Ham Radio Science Citizen Investigation

Advance scientific research and understanding through amateur radio activities.
Encourage the development of new technologies to support this research.
Provide educational opportunities for the amateur community and the general public.

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By Jonathan Rizzo, KC3EEY

SAQ (callsign SAQ) is a VLF transmitting station located in Grimeton, Sweden and is a UNESCO World Heritage Site operated by the Alexanderson Association. The heart of the transmitter is the Alexanderson Alternator and six antenna towers that are iconic to the site. Twice a year, there is a CW transmission at 17.2 kHz with an inspirational message to listeners all over the world. On Alexanderson Day, July 2nd, 2023, SAQ is scheduled to be on the air. More details can be found here (https://alexander.n.se/en/alexanderson-day-2023/) and contains a tentative schedule and a YouTube live broadcast for those who would like to watch the event live.

Dr. Kristina Collins, KD8OXT, is the lead author on a new paper published in the peer-reviewed journal Earth System Science Data entitled Crowdsourced Doppler measurements of time standard stations demonstrating ionospheric variability. The Grape Personal Space Weather Station is a low-cost, high frequency (HF) receiver designed to make precision measurements of signals received from frequency standards stations such as WWV, WWVH, and CHU. Because these standards stations transmit carriers with atomic-clock grade frequency stability, and the Grape receiver achieves similar frequency stability through the use of a GNSS Disciplined Oscillator, variations in the received signal can be attributed to changes in the ionosphere. The new paper demonstrates this in multiple ways, including showing changes in Doppler frequency due to the dawn and dusk terminators, seasonal variations, wave signatures with Medium Scale Traveling Ionospheric Disturbance periods, and the ionospheric response to solar flares. The paper also explains how to access Grape data and the open-source software used to conduct the analysis. The co-author team consists of professionals, students, and HamSCI volunteers, including Kristina Collins KD8OXT, John Gibbons N8OBJ, Nathaniel Frissell W2NAF, Aidan Montare KB3UMD, David Kazdan AD8Y, Darren Kalmbach KC0ZIE, David Swartz W0DAS, Robert Benedict KD8CGH, Veronica Romanek KD2UHN, Rachel Boedicker AC8XY, William Liles NQ6Z, William Engelke AB4EJ, David G. McGaw N1HAC, James Farmer K4BSE, Gary Mikitin AF8A, Joseph Hobart W7LUX, George Kavanagh KB1HFT, and Shibaji Chakraborty KN4BMT. The Grape receivers are the focus of an NSF-funded experiment to study the upcoming 2023 annular and 2024 total solar eclipses. More information on building your own Grape receiver is available at hamsci.org/grape.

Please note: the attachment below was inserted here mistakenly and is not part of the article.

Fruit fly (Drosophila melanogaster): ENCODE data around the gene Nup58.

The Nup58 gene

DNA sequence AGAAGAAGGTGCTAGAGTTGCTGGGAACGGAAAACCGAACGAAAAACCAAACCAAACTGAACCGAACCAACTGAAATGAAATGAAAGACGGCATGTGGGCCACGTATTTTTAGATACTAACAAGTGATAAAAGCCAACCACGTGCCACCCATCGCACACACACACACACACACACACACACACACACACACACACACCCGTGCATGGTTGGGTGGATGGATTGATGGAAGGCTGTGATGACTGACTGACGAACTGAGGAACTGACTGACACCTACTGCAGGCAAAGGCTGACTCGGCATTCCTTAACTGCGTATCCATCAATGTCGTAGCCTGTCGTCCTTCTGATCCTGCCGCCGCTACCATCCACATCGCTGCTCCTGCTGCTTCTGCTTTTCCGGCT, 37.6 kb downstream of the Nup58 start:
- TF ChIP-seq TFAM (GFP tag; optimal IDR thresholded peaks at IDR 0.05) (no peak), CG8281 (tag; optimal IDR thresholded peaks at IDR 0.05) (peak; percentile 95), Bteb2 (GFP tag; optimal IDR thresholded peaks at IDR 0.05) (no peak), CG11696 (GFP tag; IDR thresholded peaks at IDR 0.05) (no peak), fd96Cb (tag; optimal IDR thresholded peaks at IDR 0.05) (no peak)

A key component of the HamSCI mission is to encourage amateurs to conduct and share their own research and experiments. Larry Serra N6NC recently published two articles in QEX Magazine from his trans-North Pacific 40m propagation projects: The first, "Why Summer 40m Propagation Is So Good Between Japan and the US Pacific Coast" (QEX SEPT/OCT 2022 p.14), examined 12 years of July JA-US 40m propagation conditions and CW Skimmer results on days of JA domestic CW contests and proposed that the relatively calm water under the almost wall-to-wall summertime North Pacific HIGH pressure centers provided nearly +12dBm enhanced low-angle signal strength due to a reduction of surface reflection absorptions in the 3-ionospheric refraction, 2-sea surface reflection propagation path.